In 1792 the leaders of the brand new United States of America agreed that the survival of the nation required an unfettered press. To this end they enacted the US Postal Service Act that provided citizen-directed subsidies for newspapers. Under this act, newspapers were delivered up to 100 miles for a penny when first class postage was between 6 and 25 cents depending on distance. It was 0.2 percent of US Gross Domestic Product (GDP).

However, that 0.2 percent pales in comparison to the roughly 2 percent of US GDP that has been devoted to advertising since 1919, the earliest data I’ve seen. The increased militarism of US foreign policy since the Spanish-American War of 1898 roughly coincides with consolidation of ownership of the mainstream media and the increasing dominance of advertising as its primary source of funding.

Two more recent changes have amplified political divisions: The elimination of the Fairness Doctrine in 1987 increased the profitability of demonizing poor people and anyone else who doesn’t support “our” ideology and who doesn’t have the money to challenge defamation in the courts. More recently, Facebook and other social media have collected so much information about its users that it’s profitable to target ads to groups as small as 20. This leads to further demonization of the “other”, threatening the extinction of civilization.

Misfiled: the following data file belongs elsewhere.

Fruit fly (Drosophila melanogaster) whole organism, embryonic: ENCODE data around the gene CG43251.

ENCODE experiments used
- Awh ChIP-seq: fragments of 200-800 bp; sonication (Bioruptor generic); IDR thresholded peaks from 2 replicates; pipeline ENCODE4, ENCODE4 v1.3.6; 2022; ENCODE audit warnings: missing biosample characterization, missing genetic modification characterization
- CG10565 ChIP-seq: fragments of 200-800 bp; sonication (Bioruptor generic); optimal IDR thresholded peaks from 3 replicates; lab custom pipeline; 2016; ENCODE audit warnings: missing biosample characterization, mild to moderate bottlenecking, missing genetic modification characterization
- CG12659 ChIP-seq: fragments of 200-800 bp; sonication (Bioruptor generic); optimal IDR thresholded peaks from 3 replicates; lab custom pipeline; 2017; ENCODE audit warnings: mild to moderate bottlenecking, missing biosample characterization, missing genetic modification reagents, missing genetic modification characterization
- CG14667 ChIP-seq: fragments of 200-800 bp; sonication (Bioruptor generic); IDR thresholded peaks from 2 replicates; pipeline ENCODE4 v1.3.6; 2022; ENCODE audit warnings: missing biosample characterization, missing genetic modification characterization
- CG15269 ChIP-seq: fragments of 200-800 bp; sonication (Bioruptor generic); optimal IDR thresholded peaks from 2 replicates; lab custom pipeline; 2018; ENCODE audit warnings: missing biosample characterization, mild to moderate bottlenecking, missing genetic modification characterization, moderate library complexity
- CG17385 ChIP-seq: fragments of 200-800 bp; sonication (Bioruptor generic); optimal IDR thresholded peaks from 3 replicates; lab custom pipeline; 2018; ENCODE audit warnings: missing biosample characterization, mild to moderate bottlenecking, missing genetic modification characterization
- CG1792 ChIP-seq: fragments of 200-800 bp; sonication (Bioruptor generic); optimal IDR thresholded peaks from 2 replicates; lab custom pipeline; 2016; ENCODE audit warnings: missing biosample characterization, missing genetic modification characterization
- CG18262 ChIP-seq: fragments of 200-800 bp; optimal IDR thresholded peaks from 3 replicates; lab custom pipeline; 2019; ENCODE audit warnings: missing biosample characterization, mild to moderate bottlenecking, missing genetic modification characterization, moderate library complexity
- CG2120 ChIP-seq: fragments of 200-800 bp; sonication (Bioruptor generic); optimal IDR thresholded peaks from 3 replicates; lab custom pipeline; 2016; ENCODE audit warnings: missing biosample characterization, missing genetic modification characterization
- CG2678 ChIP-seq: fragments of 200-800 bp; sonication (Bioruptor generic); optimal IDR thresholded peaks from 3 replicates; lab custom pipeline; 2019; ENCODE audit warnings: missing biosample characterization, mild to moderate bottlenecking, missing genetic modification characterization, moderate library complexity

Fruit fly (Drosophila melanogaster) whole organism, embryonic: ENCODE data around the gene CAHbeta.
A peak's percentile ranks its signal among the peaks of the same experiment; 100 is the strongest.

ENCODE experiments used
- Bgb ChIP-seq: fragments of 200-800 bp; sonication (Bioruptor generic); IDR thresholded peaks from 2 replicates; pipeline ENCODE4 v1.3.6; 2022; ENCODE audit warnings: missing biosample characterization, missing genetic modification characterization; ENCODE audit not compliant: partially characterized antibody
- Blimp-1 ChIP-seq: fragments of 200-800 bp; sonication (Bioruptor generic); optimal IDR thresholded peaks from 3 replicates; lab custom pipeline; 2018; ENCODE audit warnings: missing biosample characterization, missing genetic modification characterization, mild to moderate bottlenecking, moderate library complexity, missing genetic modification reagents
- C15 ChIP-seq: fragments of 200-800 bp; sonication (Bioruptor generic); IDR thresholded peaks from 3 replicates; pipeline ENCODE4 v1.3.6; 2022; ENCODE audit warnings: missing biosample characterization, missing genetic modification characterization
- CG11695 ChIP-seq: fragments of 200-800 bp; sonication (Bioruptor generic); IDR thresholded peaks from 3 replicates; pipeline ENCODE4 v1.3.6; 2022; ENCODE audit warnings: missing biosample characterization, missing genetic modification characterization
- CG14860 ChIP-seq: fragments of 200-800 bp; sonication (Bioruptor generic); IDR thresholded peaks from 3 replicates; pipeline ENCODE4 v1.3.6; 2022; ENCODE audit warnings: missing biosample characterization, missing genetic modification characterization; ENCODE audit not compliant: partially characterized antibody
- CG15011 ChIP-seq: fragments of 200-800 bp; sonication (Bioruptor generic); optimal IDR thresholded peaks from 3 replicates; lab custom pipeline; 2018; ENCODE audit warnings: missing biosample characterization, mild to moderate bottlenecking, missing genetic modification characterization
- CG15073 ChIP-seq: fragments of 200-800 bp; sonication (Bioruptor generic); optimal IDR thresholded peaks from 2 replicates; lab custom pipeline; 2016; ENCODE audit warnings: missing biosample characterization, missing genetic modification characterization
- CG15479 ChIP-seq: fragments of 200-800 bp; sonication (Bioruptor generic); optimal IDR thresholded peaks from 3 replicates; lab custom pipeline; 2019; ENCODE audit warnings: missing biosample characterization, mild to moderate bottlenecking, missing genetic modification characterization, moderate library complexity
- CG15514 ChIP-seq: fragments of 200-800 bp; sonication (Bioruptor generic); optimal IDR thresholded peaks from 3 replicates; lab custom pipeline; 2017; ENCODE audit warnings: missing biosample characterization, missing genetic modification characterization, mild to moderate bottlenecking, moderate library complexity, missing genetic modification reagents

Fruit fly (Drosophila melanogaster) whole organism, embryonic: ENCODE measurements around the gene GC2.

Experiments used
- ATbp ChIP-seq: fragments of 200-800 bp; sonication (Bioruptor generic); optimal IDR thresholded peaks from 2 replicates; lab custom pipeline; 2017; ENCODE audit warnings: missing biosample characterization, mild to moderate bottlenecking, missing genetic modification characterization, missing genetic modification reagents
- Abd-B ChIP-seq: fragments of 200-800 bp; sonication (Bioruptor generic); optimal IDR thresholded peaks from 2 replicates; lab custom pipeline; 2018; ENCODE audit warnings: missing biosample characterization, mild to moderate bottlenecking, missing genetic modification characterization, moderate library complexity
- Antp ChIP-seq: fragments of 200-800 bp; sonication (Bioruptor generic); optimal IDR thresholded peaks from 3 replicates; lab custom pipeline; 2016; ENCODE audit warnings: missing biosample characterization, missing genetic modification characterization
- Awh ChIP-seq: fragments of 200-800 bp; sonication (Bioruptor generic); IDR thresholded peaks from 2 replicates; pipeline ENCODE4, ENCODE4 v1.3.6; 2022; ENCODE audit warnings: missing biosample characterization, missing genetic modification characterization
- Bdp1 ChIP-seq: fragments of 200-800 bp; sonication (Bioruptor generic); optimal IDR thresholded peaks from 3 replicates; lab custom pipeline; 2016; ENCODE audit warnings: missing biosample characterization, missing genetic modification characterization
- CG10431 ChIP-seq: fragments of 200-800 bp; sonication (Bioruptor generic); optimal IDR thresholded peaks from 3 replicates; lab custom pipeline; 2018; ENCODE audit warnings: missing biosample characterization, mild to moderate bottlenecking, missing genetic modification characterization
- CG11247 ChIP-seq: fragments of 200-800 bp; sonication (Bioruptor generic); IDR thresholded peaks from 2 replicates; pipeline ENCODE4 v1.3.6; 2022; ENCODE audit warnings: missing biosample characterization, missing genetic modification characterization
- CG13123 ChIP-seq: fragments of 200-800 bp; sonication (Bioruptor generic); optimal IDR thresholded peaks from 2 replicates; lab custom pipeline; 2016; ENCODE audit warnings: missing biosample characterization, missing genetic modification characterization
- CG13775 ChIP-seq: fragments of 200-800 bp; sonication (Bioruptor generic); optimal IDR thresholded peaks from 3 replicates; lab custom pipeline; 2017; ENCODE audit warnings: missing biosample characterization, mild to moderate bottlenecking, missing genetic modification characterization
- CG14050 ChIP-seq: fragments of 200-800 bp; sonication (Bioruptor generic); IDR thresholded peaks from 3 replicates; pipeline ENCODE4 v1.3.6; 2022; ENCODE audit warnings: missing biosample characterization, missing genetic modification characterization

One modest proposal to reverse this trend is the Local Journalism Sustainability Act (HR 7640), which would provide tax credits to local newspapers (print and online) and to their subscribers and small advertisers. The mainstream media have an inherent conflict of interest in telling you about this. Obviously, they don’t want the competition. More subtly, they don’t want upstarts pushing them to cover things that would offend their major advertisers.

For more information register for a virtual (Zoom) forum on this issue this Saturday, October 3, noon via:

Or listen to the following Thursday, October 8, 7-8 PM, on 90.1 FM, KKFI.org, Kansas City Community Radio.

Image:  Albion Printing Press made by Henry Watts of London. Taken in Radstock Museum